There are many instances in which silence is good. Preferred, even. On a quiet beach, with no sound but the waves. Or else a forest, interrupted only by the hum of nature.

Silence on the stage, however, is bad. Very bad. Standing in front of a crowd, rattling off jokes, hoping one will land. Hundreds of eyes glued to you. Mouths folded down into frowns. And nothing but an empty, gaping silence.

“I black out.” Hannah Ceisler (C ‘18) realizes her verbal misstep in a millisecond. “Not drinking! I just black it out,” she laughingly explains. Hannah is Vice President of Simply Chaos, Penn’s resident stand–up group. They have two productions a year, each with a Friday and Saturday show. However, to Hannah, there might as well just be a Saturday show—she can never quite remember Friday.

“The Friday [show] I always do better…I’m so nervous that I black out and I’m just more personable, I riff, I’m having fun, and then I go off stage and I’m just like, I need to see a recording of myself because I literally do not remember the things I say,” Hannah says.

Hannah has one goal: avoid silence. Laughs, gasps, even groans are good. For the five–minute set, Hannah and her audience enter a solemn pact, a kind of pseudo–relationship. She talks, they listen. She tells jokes, they laugh. It’s just her, her microphone and her listeners. And for those five minutes, they’re in it together.

Comedy exists as an incredibly intimate process. It involves exchanging jokes, being open to criticism and performing in front of students and strangers alike. However, comedy at Penn is undeniably competitive. There are only four established comedy groups on campus—two sketch, one stand–up and one improv. Comedy at Penn, it seems, exists in a strange juxtaposition of intense competition and intense intimacy.

* * *

Without a Net, Penn’s only improv comedy group, always incorporates audience member suggestions into its performances. Just please, don’t call out a politician.

Jonathan Serota (C ‘18), Without a Net member and social chair, is somewhat famous for his love of politics and American history. So when friends and family attend a show, Nixon or Kennedy inevitably end up as character suggestions for his improv bit.

“I really don’t like it!” Jonathan notes. “When people try and place you in a box that they think you’ll be funny in, it’s so much harder to be funny. Because the whole point is to do things that don’t come naturally to people’s logic.”

And improvisational comedy is all about defying the logic of comedy. It’s about bending expectations, delivering something authentic. It’s about working closely with the audience and a partner to together create something new, original and above all, funny.

“[Improv is] probably one of the only forms of comedy that is wholly dependent on someone else,” Jonathan explains. “We’re more reliant on each other than we are on ourselves.”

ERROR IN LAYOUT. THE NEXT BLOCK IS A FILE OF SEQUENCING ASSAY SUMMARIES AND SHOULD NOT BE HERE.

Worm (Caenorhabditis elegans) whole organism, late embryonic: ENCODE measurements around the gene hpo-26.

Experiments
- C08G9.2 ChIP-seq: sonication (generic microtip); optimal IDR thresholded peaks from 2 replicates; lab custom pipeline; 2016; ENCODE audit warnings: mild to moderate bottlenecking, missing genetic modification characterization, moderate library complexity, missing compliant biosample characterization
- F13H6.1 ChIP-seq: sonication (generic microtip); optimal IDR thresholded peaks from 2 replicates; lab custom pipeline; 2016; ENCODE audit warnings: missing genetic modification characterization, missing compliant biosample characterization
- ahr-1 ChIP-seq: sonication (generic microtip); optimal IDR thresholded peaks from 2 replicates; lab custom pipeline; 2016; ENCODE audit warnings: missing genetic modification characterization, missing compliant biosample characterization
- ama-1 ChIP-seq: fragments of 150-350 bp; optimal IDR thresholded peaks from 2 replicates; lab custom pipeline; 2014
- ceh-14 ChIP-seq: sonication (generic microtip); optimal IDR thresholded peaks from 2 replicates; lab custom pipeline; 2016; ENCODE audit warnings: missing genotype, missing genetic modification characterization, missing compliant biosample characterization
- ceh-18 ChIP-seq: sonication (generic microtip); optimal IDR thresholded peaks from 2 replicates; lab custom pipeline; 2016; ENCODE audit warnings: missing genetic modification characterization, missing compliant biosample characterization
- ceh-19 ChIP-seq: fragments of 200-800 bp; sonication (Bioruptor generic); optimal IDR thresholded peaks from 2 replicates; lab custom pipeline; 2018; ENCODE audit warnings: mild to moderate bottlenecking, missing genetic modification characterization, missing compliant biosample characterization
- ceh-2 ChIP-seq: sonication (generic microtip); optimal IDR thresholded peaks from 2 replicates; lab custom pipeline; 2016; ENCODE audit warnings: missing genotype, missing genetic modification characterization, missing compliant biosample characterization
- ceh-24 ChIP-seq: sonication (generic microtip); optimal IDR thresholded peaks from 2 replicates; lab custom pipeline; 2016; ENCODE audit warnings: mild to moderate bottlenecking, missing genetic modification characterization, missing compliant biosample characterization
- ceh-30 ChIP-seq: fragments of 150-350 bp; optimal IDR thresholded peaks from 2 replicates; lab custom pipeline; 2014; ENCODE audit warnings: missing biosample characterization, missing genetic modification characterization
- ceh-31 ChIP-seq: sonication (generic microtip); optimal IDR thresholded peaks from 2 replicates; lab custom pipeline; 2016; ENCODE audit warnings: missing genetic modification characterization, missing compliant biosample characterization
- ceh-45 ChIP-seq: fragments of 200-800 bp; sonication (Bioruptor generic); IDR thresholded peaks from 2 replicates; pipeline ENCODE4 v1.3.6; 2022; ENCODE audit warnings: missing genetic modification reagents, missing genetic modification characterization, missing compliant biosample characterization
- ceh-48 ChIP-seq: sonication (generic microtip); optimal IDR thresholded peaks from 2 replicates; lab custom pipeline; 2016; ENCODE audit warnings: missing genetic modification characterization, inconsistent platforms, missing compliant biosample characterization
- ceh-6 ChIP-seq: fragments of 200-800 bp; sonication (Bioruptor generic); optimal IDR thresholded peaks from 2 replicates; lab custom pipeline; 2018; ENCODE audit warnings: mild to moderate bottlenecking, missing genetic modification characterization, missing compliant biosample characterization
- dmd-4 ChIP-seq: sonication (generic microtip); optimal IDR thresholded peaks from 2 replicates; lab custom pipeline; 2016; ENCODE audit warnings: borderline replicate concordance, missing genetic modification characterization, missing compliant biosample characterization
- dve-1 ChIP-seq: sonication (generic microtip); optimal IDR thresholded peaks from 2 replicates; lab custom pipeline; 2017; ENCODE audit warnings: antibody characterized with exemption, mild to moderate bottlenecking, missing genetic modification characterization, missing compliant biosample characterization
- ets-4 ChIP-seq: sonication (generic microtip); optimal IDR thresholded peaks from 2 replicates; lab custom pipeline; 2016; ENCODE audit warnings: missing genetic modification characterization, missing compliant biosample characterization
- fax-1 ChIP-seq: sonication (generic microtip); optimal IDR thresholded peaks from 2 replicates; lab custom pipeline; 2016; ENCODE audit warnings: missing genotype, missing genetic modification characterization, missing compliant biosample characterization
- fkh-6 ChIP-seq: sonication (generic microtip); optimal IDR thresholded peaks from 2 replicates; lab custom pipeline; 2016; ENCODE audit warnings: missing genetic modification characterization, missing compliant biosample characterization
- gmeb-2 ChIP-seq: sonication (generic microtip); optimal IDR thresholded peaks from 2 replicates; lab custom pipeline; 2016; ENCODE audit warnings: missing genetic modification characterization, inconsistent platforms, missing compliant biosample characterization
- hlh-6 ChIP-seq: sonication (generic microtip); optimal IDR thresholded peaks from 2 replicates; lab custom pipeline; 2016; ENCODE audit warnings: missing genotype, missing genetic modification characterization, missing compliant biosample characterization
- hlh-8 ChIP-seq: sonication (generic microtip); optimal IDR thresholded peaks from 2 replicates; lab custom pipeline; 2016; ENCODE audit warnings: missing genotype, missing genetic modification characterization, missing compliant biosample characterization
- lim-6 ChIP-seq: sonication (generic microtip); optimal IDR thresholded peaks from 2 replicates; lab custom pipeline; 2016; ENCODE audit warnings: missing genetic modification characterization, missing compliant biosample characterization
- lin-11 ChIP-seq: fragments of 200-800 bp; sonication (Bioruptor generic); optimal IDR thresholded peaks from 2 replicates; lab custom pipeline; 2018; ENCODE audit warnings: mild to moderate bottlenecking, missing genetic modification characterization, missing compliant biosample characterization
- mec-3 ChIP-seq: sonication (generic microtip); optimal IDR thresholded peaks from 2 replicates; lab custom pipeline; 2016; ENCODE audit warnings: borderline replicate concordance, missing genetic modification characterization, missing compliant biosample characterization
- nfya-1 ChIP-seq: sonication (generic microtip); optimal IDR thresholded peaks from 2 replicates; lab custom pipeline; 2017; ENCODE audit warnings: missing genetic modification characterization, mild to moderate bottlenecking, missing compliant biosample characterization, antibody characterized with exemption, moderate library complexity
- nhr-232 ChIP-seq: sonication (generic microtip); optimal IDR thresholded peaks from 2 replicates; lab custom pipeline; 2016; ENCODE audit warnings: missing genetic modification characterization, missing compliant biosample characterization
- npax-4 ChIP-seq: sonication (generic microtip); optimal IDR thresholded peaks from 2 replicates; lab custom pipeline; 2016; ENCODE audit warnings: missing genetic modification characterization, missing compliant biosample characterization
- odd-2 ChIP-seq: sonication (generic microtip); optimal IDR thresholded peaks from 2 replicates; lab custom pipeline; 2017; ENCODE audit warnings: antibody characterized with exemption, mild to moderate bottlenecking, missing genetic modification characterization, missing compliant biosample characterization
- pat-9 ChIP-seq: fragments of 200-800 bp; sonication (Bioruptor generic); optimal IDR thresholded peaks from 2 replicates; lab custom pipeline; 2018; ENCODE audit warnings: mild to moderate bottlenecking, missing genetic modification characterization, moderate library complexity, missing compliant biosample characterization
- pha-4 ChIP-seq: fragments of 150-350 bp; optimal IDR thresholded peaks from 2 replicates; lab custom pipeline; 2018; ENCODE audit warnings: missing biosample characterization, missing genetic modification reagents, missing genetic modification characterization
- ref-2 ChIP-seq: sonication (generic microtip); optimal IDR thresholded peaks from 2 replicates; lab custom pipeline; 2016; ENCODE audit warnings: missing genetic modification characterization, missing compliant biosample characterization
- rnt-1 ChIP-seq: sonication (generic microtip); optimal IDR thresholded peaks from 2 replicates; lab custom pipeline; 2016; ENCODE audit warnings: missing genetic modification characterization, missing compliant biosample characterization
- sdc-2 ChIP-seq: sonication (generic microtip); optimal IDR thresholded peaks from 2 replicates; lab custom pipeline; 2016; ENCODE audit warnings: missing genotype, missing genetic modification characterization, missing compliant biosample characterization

Improv is about saying yes. It is about learning to work with whatever scenario you’re thrust into and finding the humor in it. However, this split–second form of comedy renders improvisational comedy so personal. All an improviser has to rely on is a partner, a scene and the hopes that the audience will be kind.

“There’s definitely something nerve–wracking about improv, especially earlier on, when you’re thinking, okay, I’m about to go in, I’ve thought about my idea for three, four seconds, I have absolutely no idea if this is an idea that will last a minute, two minutes, or two seconds,” Jonathan says. “It’s incredibly vulnerable and incredibly scary because sometimes…you only know what you’re saying as it comes out of your mouth."

* * *

Aleah Welsh (C ‘16) sits in a plush chair in Houston. Later, she’ll meet a friend to go on a run. This kind of free time would have been unheard of last semester, during which Aleah served as cast member, director and apparel chair for Bloomers, Penn’s only all–female comedy sketch group.

“There’s 15 hours a week rehearsal time, and then there’s one hour a week on exec, but when I was director I would say I spent another…seven to ten hours a week planning and doing stuff outside of it,” Aleah explains, remembering her hectic Bloomers schedule. Ultimately, Aleah estimates she spent “upwards of 26, 30 hours a week” working for the group.

Aleah first joined Bloomers as a freshman, pursuing a her long–lasting love of theater and stage performance. She remembers the group as being smaller and less competitive in her first year. As director last semester, however, Aleah held auditions for somewhere from 60 to 70 girls, all looking to join the cast. Ultimately, five new performers were added.

Reilly Martin (C ‘16), who served as head writer for Bloomers for the past year, was tasked with hiring new writers. Out of the forty–odd applications she received, three writers were selected.

Bloomers recently added a fourth show to their usual three show weekend to compensate for increased demand. Applications numbers have almost doubled since Aleah was a freshman. However, opportunities for comedy on campus remain limited.

“I don’t think there’s actually a ton of opportunities [for comedy at Penn],” Aleah notes. “I was talking to somebody about the hierarchy of the dance groups or a cappella groups or something, and there’s so many of those to join, and there’s not really many [comedy groups]. There’s a male sketch group, a female sketch group, a stand–up group, and an improv group. And like, beyond that, I’m sure things exist beyond that, but I don’t know what they are.”